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Virginia School Board Rejects Transgender Mandate, Sets Up Battle with State Democrats

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A Virginia county is about to lock horns with the state government of the Old Dominion.

According to the Washington Examiner, the August County Board of Education decided against adopting policies required by the state involving how transgender-identifying students are treated.

The controversial state mandates have led to confrontations between parents and various school board officials; in one case, a Loudoun County teacher was suspended after he spoke out against a proposed transgender policy at a meeting of the local school board.

However, the Augusta County school board’s rejection of the state’s transgender framework could set up a showdown with the Democrat-controlled government in Richmond.

According to WVIR-TV in Charlottesville, the board voted unanimously not to adopt the state’s policies during a meeting Thursday that drew a crowd of about 500 to Wilson Memorial High School in Fishersville. Most of those in attendance were opposed to the policy prescriptions of the Virginia Department of Education.

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“I do not think that any child in Augusta County public schools should ever be bullied, harassed, or in any way made to feel uncomfortable in their respective schools,” said Dr. John Ocheltree, an Augusta County school board member.

However, he added, “Like many parents and grandparents of Augusta County, the Virginia Department of Education policy does not sit well with me.”

The 26-page state document of “model policies” purports to “address common issues regarding transgender students in accordance with evidence-based best practices and include information, guidance, procedures, and standards.”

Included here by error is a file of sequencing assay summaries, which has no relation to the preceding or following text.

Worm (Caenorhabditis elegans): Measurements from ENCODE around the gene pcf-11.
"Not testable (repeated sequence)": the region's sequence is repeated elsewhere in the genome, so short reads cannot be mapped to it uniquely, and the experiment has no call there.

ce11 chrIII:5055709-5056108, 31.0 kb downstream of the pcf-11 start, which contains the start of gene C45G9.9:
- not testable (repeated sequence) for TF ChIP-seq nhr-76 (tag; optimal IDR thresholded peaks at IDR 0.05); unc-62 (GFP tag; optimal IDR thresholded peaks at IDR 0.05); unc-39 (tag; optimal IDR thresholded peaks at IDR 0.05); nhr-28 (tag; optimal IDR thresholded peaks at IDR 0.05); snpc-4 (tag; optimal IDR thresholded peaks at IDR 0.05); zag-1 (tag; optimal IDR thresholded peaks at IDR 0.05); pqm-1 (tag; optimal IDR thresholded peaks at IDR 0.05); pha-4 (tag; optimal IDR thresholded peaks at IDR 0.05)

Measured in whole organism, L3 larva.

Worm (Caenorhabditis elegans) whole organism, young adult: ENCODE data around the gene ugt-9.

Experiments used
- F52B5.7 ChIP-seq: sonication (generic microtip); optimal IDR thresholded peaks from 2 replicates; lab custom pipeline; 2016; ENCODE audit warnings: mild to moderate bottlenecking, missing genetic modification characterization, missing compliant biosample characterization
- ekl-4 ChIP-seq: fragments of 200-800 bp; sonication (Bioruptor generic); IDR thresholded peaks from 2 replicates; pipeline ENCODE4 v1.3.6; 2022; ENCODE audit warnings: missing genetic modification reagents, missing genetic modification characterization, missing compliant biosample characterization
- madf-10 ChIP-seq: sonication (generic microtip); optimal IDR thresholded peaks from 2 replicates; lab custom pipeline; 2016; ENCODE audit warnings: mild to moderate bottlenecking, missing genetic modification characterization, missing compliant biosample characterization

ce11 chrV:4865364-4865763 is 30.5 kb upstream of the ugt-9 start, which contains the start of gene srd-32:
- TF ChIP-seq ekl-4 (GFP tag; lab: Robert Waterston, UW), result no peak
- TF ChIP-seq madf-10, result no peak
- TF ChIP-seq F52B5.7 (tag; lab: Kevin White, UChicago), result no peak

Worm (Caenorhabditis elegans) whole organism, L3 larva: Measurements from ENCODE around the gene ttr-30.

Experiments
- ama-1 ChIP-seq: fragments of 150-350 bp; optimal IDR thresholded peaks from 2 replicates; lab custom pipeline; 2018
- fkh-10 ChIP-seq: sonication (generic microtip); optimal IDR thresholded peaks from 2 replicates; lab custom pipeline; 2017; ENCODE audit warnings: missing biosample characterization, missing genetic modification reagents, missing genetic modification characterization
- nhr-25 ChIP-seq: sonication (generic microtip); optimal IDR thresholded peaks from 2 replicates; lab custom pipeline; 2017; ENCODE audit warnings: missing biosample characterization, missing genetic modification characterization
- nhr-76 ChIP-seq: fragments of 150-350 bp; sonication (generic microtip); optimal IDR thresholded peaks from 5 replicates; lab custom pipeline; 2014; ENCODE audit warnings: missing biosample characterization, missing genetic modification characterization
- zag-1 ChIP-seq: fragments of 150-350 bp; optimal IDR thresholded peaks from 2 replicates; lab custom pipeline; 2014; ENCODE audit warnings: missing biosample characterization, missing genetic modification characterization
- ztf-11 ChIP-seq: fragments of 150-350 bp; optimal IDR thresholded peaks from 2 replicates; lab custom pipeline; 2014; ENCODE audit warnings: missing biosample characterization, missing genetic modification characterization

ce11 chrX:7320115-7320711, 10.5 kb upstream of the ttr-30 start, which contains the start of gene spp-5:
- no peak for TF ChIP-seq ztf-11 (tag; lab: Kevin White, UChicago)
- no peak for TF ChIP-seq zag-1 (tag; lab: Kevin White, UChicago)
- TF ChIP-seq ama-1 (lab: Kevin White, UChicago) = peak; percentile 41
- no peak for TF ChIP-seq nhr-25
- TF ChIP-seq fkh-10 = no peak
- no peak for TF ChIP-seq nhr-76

It states schools should eliminate gender-specific attire in dress code provisions, require staff to use a student’s preferred pronouns and strongly encourages “LGBTQ+ cultural competency training” which would, among other things, instruct staff in “the use of unbiased language to promote equality and justice for LGBTQ+ students.”

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Virginia law requires that schools adopt some form of the model policy, stating that school boards must enact transgender policies “that are consistent with but may be more comprehensive than” the Virginia Department of Education’s document.

However, the Augusta County school board said its current anti-discrimination policies regarding sex and gender are in compliance with state law.

Parents opposed to adopting the model policies — who dressed in red for solidarity, according to WVIR — applauded the school board after the vote.

The vote came after two hours of spirited public comment.

“I believe parents want to have your backs if you stand up and vote no to the liberal agenda,” said Beth Jenkins, one of those opposed to the model policy, according to WVIR.

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“They do not trust the government. They want to send their children to public school, but they will not be told how to raise their children.”